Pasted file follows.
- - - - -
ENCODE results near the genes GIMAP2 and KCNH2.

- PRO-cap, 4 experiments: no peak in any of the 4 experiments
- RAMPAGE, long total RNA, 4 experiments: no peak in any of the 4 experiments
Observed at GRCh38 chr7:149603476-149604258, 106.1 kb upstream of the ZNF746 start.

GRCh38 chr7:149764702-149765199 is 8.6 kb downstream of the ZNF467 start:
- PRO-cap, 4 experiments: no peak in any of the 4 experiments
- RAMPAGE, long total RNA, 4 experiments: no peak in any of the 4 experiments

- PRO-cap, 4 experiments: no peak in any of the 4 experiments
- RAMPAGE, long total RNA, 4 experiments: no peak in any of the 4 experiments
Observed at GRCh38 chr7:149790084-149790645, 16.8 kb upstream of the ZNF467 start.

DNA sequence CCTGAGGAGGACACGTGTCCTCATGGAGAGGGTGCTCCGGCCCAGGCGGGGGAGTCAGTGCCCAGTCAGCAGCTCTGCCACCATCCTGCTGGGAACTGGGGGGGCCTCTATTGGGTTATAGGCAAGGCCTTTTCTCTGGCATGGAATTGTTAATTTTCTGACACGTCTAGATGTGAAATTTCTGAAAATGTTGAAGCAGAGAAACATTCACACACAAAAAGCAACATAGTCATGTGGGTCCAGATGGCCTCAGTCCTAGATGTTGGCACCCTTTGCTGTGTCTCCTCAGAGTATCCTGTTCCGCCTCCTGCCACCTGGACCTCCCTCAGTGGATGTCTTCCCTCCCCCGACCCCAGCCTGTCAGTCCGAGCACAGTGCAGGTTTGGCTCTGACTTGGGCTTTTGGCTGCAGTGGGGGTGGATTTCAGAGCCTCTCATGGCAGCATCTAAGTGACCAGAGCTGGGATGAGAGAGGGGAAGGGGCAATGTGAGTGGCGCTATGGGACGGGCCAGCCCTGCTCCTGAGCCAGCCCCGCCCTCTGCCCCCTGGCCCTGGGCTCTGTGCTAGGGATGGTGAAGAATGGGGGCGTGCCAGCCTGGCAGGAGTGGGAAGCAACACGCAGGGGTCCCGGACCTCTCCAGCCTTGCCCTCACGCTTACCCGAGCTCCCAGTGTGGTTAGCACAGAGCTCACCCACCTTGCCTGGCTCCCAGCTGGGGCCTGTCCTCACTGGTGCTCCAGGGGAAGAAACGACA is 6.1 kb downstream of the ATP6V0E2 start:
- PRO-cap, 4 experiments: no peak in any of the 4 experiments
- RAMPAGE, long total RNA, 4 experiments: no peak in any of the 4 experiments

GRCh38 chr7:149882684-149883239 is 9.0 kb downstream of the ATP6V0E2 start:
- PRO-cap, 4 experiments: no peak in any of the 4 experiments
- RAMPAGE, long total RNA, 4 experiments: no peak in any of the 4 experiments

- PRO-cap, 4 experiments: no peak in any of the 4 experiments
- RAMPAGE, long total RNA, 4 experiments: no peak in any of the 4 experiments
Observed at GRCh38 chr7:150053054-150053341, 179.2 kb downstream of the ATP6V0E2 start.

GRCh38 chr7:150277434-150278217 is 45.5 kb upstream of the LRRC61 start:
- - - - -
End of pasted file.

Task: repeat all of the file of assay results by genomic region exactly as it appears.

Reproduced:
ENCODE results near the genes GIMAP2 and KCNH2.

- PRO-cap, 4 experiments: no peak in any of the 4 experiments
- RAMPAGE, long total RNA, 4 experiments: no peak in any of the 4 experiments
Observed at GRCh38 chr7:149603476-149604258, 106.1 kb upstream of the ZNF746 start.

GRCh38 chr7:149764702-149765199 is 8.6 kb downstream of the ZNF467 start:
- PRO-cap, 4 experiments: no peak in any of the 4 experiments
- RAMPAGE, long total RNA, 4 experiments: no peak in any of the 4 experiments

- PRO-cap, 4 experiments: no peak in any of the 4 experiments
- RAMPAGE, long total RNA, 4 experiments: no peak in any of the 4 experiments
Observed at GRCh38 chr7:149790084-149790645, 16.8 kb upstream of the ZNF467 start.

DNA sequence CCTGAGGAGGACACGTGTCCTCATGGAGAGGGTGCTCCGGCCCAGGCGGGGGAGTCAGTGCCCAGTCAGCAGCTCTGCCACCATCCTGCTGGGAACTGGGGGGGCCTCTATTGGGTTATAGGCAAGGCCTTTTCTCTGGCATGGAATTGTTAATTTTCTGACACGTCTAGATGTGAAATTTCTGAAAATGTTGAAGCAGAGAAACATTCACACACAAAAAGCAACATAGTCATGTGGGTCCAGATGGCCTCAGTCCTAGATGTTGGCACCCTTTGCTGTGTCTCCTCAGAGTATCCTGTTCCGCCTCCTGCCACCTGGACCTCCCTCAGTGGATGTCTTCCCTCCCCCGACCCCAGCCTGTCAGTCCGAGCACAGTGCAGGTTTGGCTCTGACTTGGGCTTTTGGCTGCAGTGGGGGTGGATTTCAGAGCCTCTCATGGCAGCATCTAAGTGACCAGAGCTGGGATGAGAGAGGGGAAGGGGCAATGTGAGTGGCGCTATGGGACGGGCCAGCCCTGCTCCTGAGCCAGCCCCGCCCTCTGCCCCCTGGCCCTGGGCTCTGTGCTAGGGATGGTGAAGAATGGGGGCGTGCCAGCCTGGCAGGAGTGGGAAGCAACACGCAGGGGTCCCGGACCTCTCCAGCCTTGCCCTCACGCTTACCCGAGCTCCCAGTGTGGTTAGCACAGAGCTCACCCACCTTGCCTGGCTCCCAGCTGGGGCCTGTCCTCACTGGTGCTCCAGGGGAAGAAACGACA is 6.1 kb downstream of the ATP6V0E2 start:
- PRO-cap, 4 experiments: no peak in any of the 4 experiments
- RAMPAGE, long total RNA, 4 experiments: no peak in any of the 4 experiments

GRCh38 chr7:149882684-149883239 is 9.0 kb downstream of the ATP6V0E2 start:
- PRO-cap, 4 experiments: no peak in any of the 4 experiments
- RAMPAGE, long total RNA, 4 experiments: no peak in any of the 4 experiments

- PRO-cap, 4 experiments: no peak in any of the 4 experiments
- RAMPAGE, long total RNA, 4 experiments: no peak in any of the 4 experiments
Observed at GRCh38 chr7:150053054-150053341, 179.2 kb downstream of the ATP6V0E2 start.

GRCh38 chr7:150277434-150278217 is 45.5 kb upstream of the LRRC61 start: